On November 22 Air Tanker 137 dropped on a bushfire in New South Wales
On November 22 Air Tanker 137 made the first drop by a Boeing 737 on an active fire. It occurred in the Hunter region of New South Wales, Australia.
In these photos the aircraft was dropping gel, which clings to the vegetation and retains the moisture.
Coulson completed the conversion of the 737 a few months ago and it is now working on a contract with the New South Wales Rural Fire Service during their summer. Nicknamed “Gaia”, it arrived at Richmond RAAF Base near Sydney November 11 after a multi-day trip across the equator. It will be primarily based at the RAAF Base along with three other large air tankers from North America — a C-130Q (T-134), and two RJ85s (T-165 and T-166). Two other large air tankers will be based in Victoria at Avalon Airport in Melbourne, a C-130Q (T-131), and an RJ85 (T-163).
The 737 Large Air Tanker ‘Gaia’ has been in action in the Hunter this afternoon – the first time this kind of plane has been used to fight a fire anywhere in the world. It’s provided valuable support to firefighters on the ground. #NSWRFS#nswfires#avgeekpic.twitter.com/qHnbcddFpe
Going by the coordinates on the images, the fire T-137 dropped on was very close to the Kurri Kurri Hospital southwest of Heddon Greta. The NSW RFS reported at 8:14 p.m. local time on November 22 that firefighters assisted by aircraft had slowed the spread of the fire. They estimated it had burned 61 hectares (151 acres).
Medford is 55 miles away from another base at Klamath Falls
A recent study commissioned by the U.S. Forest Service recommends keeping the air tanker base at Medford, Oregon open if other agencies can begin paying a portion of the $245,000 annual operating costs. Apparently closing the base was on the table, in part because it is only 55 miles away from another base at Klamath Falls, Oregon.
Local politicians in Oregon have been working to keep Medford open after word spread in March that the study was underway.
“Closure of either base at this time would be counterproductive to ensuring rapid response times to initial attack of fires since both bases are fully functional and in good condition,” Northstar Technology Corp. concluded in the study.
The study found that the savings from closing one base would be gobbled up by the $281,000 increased costs of flying retardant further distances from the one remaining base.
With two open, one base can keep operating if the other is socked in with smoke, the study said.
Forest Service officials said the trend of larger fires appears to be migrating northward, making reliance on the air tanker bases more vital for Western Oregon and Northern California.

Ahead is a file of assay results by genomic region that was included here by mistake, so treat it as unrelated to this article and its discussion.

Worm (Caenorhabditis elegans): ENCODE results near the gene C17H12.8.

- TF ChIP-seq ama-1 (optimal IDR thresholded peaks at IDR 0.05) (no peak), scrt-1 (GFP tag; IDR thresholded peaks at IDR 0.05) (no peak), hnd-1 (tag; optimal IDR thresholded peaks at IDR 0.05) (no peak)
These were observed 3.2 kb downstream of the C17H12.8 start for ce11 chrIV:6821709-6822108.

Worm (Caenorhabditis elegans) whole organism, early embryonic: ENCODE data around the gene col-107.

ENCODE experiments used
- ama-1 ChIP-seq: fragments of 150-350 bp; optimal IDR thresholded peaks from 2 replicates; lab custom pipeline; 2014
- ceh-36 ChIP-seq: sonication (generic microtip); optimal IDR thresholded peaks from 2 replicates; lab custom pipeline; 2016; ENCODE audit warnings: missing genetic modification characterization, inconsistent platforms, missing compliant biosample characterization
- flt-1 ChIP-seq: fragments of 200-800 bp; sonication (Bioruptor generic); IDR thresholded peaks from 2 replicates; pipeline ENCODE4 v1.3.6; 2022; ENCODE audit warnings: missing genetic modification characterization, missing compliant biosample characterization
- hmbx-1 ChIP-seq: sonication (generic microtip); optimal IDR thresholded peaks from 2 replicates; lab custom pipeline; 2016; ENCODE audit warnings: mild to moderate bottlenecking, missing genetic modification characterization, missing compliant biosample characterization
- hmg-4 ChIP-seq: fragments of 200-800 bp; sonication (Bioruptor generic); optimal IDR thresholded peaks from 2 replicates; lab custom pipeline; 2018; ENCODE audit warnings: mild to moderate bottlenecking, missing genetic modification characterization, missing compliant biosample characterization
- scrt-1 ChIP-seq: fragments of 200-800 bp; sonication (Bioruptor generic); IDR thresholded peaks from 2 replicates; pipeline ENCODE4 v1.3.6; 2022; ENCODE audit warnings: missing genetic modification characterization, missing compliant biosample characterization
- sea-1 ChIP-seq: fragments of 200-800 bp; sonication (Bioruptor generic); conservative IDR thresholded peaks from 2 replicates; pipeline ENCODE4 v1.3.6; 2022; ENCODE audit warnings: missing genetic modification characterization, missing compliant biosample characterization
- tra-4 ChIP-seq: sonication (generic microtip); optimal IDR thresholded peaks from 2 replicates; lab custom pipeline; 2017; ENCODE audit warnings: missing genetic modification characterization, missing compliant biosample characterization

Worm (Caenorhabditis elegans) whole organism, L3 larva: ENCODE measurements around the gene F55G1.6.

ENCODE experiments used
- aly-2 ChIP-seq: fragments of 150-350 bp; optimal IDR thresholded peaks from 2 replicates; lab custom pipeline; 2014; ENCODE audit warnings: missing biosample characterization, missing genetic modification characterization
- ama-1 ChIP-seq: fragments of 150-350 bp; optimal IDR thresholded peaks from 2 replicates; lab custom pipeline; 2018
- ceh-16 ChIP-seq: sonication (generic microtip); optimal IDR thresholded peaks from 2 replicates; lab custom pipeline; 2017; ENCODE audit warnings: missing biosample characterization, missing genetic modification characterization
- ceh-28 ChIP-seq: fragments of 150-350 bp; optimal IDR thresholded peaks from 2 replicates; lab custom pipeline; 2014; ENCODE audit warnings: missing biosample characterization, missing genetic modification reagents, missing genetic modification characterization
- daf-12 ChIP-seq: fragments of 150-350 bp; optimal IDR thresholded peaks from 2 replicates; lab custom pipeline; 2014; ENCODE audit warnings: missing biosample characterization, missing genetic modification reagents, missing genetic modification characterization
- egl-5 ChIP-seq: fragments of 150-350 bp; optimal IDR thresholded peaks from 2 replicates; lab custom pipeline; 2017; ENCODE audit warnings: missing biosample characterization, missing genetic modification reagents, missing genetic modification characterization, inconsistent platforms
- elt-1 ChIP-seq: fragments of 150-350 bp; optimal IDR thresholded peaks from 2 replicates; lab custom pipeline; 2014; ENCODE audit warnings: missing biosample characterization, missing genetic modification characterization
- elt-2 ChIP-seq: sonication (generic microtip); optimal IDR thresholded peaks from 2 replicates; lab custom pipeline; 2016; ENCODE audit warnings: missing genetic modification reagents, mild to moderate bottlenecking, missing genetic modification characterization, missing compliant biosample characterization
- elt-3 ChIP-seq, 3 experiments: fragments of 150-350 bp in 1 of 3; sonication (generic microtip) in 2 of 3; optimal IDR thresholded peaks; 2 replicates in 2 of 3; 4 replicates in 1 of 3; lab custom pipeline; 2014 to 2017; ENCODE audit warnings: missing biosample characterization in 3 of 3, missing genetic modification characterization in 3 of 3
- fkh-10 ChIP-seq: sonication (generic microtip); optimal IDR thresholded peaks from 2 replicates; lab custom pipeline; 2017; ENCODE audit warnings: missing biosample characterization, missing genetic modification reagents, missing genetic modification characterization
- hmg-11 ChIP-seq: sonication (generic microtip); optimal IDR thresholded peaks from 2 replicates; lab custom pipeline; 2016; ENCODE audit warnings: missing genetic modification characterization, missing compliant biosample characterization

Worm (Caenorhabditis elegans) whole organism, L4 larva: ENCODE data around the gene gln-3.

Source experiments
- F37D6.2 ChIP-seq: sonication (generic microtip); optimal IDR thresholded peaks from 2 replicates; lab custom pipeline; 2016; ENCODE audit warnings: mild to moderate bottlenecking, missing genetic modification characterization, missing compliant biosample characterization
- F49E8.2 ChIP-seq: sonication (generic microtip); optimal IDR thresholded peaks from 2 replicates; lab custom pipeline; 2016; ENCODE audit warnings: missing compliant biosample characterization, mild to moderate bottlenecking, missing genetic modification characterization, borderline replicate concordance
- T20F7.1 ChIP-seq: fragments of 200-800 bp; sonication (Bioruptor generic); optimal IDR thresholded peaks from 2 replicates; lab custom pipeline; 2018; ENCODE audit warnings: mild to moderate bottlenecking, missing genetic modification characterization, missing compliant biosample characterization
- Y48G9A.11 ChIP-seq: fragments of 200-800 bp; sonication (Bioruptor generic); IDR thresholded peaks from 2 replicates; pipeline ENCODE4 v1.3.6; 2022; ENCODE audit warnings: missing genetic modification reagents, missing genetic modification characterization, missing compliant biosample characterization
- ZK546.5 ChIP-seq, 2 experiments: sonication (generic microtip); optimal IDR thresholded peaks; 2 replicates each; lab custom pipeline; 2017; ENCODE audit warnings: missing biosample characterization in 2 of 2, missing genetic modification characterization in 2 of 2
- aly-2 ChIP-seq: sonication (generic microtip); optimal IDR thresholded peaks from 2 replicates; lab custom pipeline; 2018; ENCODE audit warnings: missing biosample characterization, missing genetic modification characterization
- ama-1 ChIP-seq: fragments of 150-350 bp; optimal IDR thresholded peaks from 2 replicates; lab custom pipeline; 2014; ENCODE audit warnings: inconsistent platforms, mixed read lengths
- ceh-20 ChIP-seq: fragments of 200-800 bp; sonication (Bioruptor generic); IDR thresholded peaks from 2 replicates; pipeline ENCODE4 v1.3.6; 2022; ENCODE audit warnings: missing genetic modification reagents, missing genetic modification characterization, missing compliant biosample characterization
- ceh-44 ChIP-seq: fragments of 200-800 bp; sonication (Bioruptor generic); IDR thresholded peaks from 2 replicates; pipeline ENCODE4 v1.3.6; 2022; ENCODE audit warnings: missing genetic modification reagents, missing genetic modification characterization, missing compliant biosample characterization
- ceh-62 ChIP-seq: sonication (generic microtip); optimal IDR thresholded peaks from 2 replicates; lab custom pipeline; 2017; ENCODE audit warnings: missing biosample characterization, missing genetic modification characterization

Thanks and a tip of the hat go out to Kelly. Typos or errors, report them HERE.
This will be the first time a 737 air tanker has been used on a wildfire
Today the New South Wales Rural Fire Service introduced to the media the fourth large air tanker that will be assisting ground-based firefighters in NSW and other Australian states during their bushfire season that is well underway.
The conversion of the Boeing 737 airliner into what Coulson calls a “Fireliner” was just completed a few months ago and has not yet dropped on a live fire. Tanker 137, nicknamed “Gaia”, arrived at Richmond RAAF Base near Sydney November 11 after a multi-day trip across the equator. It will be primarily based at the RAAF Base along with three other large air tankers from North America — a C-130Q (T-134), and two RJ85s (T-165 and T-166). Two other large air tankers will be based in Victoria at Avalon Airport in Melbourne, a C-130Q (T-131), and an RJ85 (T-163).
One of the speakers at the welcoming ceremony said one feature that separates the 737 from the other air tankers is that when it is not carrying 4,000 gallons of fire retardant, it can transport up to 70 firefighters or other passengers.
The NSW Minister for Police and Emergency Services, Troy Grant, announced that $23.6 million will be available for a large air tanker to be permanently based in NWS. This will be a first for the state and the country.
10 Tanker Air Carrier just sent out a tweet with a link to the video below that is on a Facebook page. It is titled “Rocky Fire”, but had no description. I am unaware of a current fire with that name. I thought it looked familiar, and I found that we had a YouTube copy of it in August, 2015. The Rocky Fire burned almost 70,000 acres near Clear Lake, California. At any rate, it’s a great video, so you’re getting another opportunity to see it — the YouTube copy — which is the same as the one on Facebook.
Another Avro RJ85 air tanker has arrived in Australia for their summer bushfire season. Conair’s Tanker 166, named Hunter, was officially greeted by Rural Fire Services Commissioner Shane Fitzsimmons and others on November 5 a few days after it began assisting firefighters on a fire near Tamworth.
A fire that was a few kilometers away from NASA’s Deep Space Network of satellite antennas near Canberra, Australia was attacked by firefighters on the ground assisted by large air tankers that have migrated below the equator for the Australian summer.
Seen in these photos are a C-130Q (T-134) and an RJ85 (T-165). In the video below is the C-130Q.
Amazing flying skills as aircraft tankers drop water on the Pierces Creek fire front.
This footage makes it look like the fire is closer than it actually is – about 3kms.
The antenna in the foreground is #DSS36. @ACT_ESA
Thanks @nascom1 for the video.📡✈️ pic.twitter.com/4zwXjRSC5U
The AG600 can carry up to 3,000 gallons of water, and like the CL-215/415 and Air Tractors it can scoop water from a lake and drop it on wildfires. When not fighting fires it holds 50 passengers in a military or civilian role, and has a range of 5,500 km (3,418 miles). It has four turboprop engines, can handle a wave height of two meters, and will have a maximum speed of 354 mph (570 kph, 308 knots).